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Smoking Among Rural and Urban Young Women in China
  1. Michael G Ho1,
  2. Shaojun Ma, PhD2,
  3. Wanxing Chai3,
  4. Wan Xia2,
  5. Gonghuan Yang, MPH4,
  6. Thomas E Novotny5,*
  1. 1 University of California, Los Angeles, United States;
  2. 2 Chinese Academy of Medical Sciences and School of Basic Medicine, China;
  3. 3 Peking Union Medical College, China;
  4. 4 China Center for Disease Control and Prevention, China;
  5. 5 San Diego State University, China
  1. Correspondence to: Thomas E. Novotny, Graduate School of Public Health, San Diego State University, Graduate School of Public Health, SDSU, Hardy Tower 119, 5500 Campanile Drive, San Diego, 92186, United States; tnovotny{at}


Methods: We conducted a survey of 11,095 urban and rural high school and college-attending women, aged 14-24 years, in six Chinese provinces. We calculated ever-smoking (ES), current smoking (CS), established smoking (ESTS), and intention to smoke (IS) frequencies. Bivariate analyses were conducted to identify possible correlates of smoking, and those found to be significant at the p=0.1 level were included in a multivariate logistical regression model to obtain adjusted odds ratios (OR) for correlates of ever-smoking (ES).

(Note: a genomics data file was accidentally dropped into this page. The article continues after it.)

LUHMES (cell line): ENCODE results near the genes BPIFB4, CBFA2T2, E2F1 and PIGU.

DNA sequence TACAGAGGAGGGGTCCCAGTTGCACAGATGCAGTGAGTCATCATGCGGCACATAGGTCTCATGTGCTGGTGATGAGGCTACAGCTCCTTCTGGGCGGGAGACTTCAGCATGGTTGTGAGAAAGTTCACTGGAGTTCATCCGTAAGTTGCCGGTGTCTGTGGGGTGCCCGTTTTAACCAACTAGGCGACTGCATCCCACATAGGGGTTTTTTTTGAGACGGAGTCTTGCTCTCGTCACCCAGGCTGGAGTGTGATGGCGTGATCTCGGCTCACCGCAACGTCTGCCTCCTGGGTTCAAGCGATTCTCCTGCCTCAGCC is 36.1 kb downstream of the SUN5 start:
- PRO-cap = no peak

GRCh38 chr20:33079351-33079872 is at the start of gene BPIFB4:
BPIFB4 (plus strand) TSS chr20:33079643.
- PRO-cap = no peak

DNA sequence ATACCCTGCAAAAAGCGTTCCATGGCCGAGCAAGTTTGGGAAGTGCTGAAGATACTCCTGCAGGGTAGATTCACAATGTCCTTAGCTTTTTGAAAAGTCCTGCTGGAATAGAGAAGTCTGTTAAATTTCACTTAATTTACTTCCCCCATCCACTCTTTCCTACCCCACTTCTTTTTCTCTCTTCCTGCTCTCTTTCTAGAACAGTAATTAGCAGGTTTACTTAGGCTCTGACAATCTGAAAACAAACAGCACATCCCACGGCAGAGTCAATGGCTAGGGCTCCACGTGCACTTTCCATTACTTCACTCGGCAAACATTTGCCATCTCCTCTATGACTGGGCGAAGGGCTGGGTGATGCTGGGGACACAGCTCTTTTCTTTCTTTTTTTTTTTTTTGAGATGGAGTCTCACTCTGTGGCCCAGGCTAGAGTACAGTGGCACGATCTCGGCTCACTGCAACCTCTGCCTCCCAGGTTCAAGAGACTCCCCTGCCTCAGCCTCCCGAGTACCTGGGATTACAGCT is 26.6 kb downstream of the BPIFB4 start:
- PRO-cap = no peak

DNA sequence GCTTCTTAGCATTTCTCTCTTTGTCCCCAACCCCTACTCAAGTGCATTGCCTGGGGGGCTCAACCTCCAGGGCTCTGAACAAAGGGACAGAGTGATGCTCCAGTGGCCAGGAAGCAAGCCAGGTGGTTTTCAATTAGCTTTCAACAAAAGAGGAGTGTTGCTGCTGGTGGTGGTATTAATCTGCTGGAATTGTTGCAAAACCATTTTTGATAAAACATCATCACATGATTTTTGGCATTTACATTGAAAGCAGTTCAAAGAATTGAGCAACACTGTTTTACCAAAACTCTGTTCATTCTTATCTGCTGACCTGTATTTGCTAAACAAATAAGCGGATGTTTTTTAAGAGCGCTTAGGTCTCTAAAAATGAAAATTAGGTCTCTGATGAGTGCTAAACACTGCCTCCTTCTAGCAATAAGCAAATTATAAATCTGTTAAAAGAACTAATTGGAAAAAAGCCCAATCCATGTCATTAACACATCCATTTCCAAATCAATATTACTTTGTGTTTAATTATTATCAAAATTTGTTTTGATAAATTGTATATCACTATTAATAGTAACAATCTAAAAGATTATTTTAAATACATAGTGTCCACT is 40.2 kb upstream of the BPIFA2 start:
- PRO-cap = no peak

Results: ES prevalence was 20.1%, with urban female students (UFS) at 22.0% and rural female students (RFS) at 19.0% (p<0.01). ESTS prevalence was higher among UFS than RFS (2.4% vs 0.9%, p<0.01). Similarly, CS prevalence was higher among UFS than RFS(4.2% vs 1.9%, p<0.01). The IS prevalence was higher among UFS than RFS (3.5% vs 1.7%, p<0.01). The majority were aware that smoking was harmful to health, but were less aware of specific diseases associated with smoking. ES was associated with awareness of cigarettes made for women (OR, 1.66, 95% CL 1.49-1.86) and thinking that they were less harmful than other cigarettes (OR 1.54, 95% CL 1.33-1.79). The strongest correlate of ES was low refusal self-efficacy (OR 6.35, 95% CL 5.32-7.57).

Conclusions: This is the first report that having heard of women’s cigarettes is a correlate of smoking among young Chinese women. ES among young Chinese women has increased in the last decade, and thus, specific prevention strategies need to be developed to prevent the tobacco epidemic from spreading among this vulnerable population.

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